Conclusions: Overall, heterozygous pathogenic variants in ribosomal genes were identified in 44 of the 61 families (72%). De novo pathogenic variants were observed in 57% of patients with DBA. Ongoing studies of DBA genomics will be important to understand this complex disorder.
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http://dx.doi.org/10.1136/jmedgenet-2016-104346DOI Listing
June 2017

Investigation of chromosome X inactivation and clinical phenotypes in female carriers of DKC1 mutations.

Am J Hematol 2016 12 4;91(12):1215-1220. Epub 2016 Nov 4.

Molecular and Cellular Pharmacology Group, Faculty of Pharmaceutical Sciences, University of British Columbia, Vancouver, BC, Canada.

Dyskeratosis congenita (DC) is an inherited bone marrow failure and cancer susceptibility syndrome caused by germline mutations in telomere biology genes. Germline mutations in DKC1, which encodes the protein dyskerin, cause X-linked recessive DC. Because of skewed X-chromosome inactivation, female DKC1 mutation carriers do not typically develop clinical features of DC. This study evaluated female DKC1 mutation carriers with DC-associated phenotypes to elucidate the molecular features of their mutations, in comparison with unaffected carriers and mutation-negative female controls. All female DKC1 mutation carriers had normal leukocyte subset telomere lengths and similarly skewed X-inactivation in multiple tissue types, regardless of phenotype. We observed dyskerin expression, telomerase RNA accumulation, and pseudouridylation present in all mutation carriers at levels comparable to healthy wild-type controls. Our study suggests that mechanisms in addition to X chromosome inactivation, such as germline mosaicism or epigenetics, may contribute to DC-like phenotypes present in female DKC1 mutation carriers. Future studies are warranted to understand the molecular mechanisms associated with the phenotypic variability in female DKC1 mutation carriers, and to identify those at risk of disease. Am. J. Hematol. 91:1215-1220, 2016. © 2016 Wiley Periodicals, Inc.
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http://dx.doi.org/10.1002/ajh.24545DOI Listing
http://www.ncbi.nlm.nih.gov/pmc/articles/PMC7466628PMC
December 2016

Otologic manifestations of Fanconi anemia and other inherited bone marrow failure syndromes.

Pediatr Blood Cancer 2016 12 18;63(12):2139-2145. Epub 2016 Jul 18.

National Cancer Institute, National Institutes of Health, Rockville, Maryland.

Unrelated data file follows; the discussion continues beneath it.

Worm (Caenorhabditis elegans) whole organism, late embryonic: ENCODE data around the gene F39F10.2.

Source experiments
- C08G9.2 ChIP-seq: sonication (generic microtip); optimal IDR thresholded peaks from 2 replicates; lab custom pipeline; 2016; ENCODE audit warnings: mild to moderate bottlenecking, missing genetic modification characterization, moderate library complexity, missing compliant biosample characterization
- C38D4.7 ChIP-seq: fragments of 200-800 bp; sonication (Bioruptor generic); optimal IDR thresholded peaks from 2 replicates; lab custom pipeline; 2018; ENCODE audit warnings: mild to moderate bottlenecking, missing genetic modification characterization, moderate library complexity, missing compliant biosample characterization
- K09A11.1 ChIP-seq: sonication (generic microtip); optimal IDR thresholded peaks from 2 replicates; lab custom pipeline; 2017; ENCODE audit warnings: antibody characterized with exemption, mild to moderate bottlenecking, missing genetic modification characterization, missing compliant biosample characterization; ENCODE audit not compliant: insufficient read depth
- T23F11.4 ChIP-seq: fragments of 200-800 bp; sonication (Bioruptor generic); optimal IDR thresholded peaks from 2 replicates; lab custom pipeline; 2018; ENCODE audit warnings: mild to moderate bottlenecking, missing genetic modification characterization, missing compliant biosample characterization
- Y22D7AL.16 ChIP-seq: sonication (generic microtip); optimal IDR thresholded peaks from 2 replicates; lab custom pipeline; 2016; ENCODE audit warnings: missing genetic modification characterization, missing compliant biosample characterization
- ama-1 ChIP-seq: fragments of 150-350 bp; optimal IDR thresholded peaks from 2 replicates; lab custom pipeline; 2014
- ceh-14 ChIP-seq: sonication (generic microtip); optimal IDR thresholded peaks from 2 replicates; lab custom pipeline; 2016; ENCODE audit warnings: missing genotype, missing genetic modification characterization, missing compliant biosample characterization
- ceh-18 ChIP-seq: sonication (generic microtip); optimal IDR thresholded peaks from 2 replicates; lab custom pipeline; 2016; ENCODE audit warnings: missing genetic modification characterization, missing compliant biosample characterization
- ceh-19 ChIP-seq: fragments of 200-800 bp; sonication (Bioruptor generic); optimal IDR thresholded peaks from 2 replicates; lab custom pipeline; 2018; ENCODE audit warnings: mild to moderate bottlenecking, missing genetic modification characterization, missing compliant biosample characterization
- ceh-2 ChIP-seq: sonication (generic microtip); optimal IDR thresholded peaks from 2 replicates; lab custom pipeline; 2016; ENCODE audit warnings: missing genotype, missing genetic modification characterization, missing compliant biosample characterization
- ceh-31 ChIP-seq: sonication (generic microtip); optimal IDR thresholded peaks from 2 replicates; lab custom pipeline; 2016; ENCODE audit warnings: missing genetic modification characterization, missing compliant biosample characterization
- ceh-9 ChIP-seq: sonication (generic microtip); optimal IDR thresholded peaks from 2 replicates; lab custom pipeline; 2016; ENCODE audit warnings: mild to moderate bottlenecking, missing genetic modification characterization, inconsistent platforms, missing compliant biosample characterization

Background: The inherited bone marrow failure syndromes (IBMFSs) are diverse disorders with syndrome-specific features; their otologic and audiologic manifestations have not been well described. Our objective was to characterize these in patients with Fanconi anemia (FA), dyskeratosis congenita (DC), Diamond-Blackfan anemia (DBA), and Shwachman-Diamond syndrome (SDS), and to determine the association between physical findings and hearing loss.

Methods: Patients with an IBMFS underwent comprehensive clinical and laboratory evaluations and testing for syndrome-specific gene mutations. Hearing loss was measured by pure tone audiometry and otologic abnormalities by otomicroscopy.

Results: Patients included 33 with FA, 37 with DC, 32 with DBA, and nine with SDS. Hearing loss was most frequent in patients with FA (45%) and DBA (14%). The most common type of hearing loss in FA was conductive (65%). Absent or hypoplastic radius, noted in 21% of the patients with FA, was associated with hearing loss in all cases. Otomicroscopy was abnormal in 66% of patients with FA. Characteristic ear abnormalities included small tympanic membrane (66%), malformed malleus (57%), aberrant tympanic bony island (48%), narrow external auditory canal (EAC) (32%), and abnormal course of chorda tympani (34%). Ear malformations were almost always associated with hearing loss. Hearing loss was rare in patients with DC and SDS.

Conclusions: FA is the major IBMFS with associated hearing loss, which is most commonly conductive. Radial hypoplasia or aplasia and characteristic congenital ear malformations are associated with hearing loss in patients with FA. Recognition of these syndrome-specific abnormalities should lead to earlier management of hearing loss.
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http://dx.doi.org/10.1002/pbc.26155DOI Listing
December 2016

The limitations of qPCR telomere length measurement in diagnosing dyskeratosis congenita.

Mol Genet Genomic Med 2016 Jul 20;4(4):475-9. Epub 2016 Mar 20.

Clinical Genetics Branch Division of Cancer Epidemiology and Genetics National Cancer Institute, National Institutes of Health 9609 Medical Center Drive Rockville Maryland 20850.

Background: Telomere length <1st percentile-for-age in leukocyte subsets by flow cytometry with fluorescence in situ hybridization (flow FISH) is highly sensitive and specific in diagnosing patients with dyskeratosis congenita (DC), a telomere biology disorder.

Methods: We evaluated the clinical utility of the high-throughput quantitative real-time PCR (qPCR) relative telomere length (RTL) measurement as a diagnostic test for DC in patients with a priori clinical and/or genetic DC diagnoses. We calculated the sensitivity and specificity of RTL at different age-specific percentile cutoffs in 31 patients with DC and 51 mutation-negative relatives, and evaluated RTL difference by disease genotype.

Results: qPCR RTL <1st percentile-for-age failed to identify more than 60% of the patients already known to have DC (sensitivity = 39%, specificity = 98%). Three-quarters of DC patients had RTL below the 10th percentile-for-age (sensitivity = 74%), as did 12% of the unaffected relatives (specificity = 88%).

Conclusions: Our findings suggest that the qPCR RTL method is not optimal for diagnosing DC. In light of these limitations, leukocyte flow FISH telomere length remains the recommended molecular test for diagnosing DC.
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http://dx.doi.org/10.1002/mgg3.220DOI Listing
http://www.ncbi.nlm.nih.gov/pmc/articles/PMC4947866PMC
July 2016